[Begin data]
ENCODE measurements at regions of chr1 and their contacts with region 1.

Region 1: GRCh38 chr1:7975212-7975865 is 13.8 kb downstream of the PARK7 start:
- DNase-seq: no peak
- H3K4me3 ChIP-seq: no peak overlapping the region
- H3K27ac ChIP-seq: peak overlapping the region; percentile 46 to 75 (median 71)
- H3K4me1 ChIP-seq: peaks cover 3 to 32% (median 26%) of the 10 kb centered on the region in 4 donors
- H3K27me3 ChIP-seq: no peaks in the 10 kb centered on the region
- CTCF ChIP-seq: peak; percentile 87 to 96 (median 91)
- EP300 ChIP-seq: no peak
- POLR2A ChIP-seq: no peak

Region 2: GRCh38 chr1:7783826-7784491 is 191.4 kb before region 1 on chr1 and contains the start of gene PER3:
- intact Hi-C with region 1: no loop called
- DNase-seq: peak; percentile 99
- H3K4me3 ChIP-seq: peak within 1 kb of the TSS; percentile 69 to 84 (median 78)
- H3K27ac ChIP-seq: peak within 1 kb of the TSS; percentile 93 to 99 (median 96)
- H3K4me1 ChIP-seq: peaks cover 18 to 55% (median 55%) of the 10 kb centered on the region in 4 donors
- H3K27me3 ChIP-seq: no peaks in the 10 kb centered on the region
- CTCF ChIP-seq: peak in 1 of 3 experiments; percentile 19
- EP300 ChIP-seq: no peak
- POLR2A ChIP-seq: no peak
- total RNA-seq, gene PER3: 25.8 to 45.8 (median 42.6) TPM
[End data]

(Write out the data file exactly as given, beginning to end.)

ENCODE measurements at regions of chr1 and their contacts with region 1.

Region 1: GRCh38 chr1:7975212-7975865 is 13.8 kb downstream of the PARK7 start:
- DNase-seq: no peak
- H3K4me3 ChIP-seq: no peak overlapping the region
- H3K27ac ChIP-seq: peak overlapping the region; percentile 46 to 75 (median 71)
- H3K4me1 ChIP-seq: peaks cover 3 to 32% (median 26%) of the 10 kb centered on the region in 4 donors
- H3K27me3 ChIP-seq: no peaks in the 10 kb centered on the region
- CTCF ChIP-seq: peak; percentile 87 to 96 (median 91)
- EP300 ChIP-seq: no peak
- POLR2A ChIP-seq: no peak

Region 2: GRCh38 chr1:7783826-7784491 is 191.4 kb before region 1 on chr1 and contains the start of gene PER3:
- intact Hi-C with region 1: no loop called
- DNase-seq: peak; percentile 99
- H3K4me3 ChIP-seq: peak within 1 kb of the TSS; percentile 69 to 84 (median 78)
- H3K27ac ChIP-seq: peak within 1 kb of the TSS; percentile 93 to 99 (median 96)
- H3K4me1 ChIP-seq: peaks cover 18 to 55% (median 55%) of the 10 kb centered on the region in 4 donors
- H3K27me3 ChIP-seq: no peaks in the 10 kb centered on the region
- CTCF ChIP-seq: peak in 1 of 3 experiments; percentile 19
- EP300 ChIP-seq: no peak
- POLR2A ChIP-seq: no peak
- total RNA-seq, gene PER3: 25.8 to 45.8 (median 42.6) TPM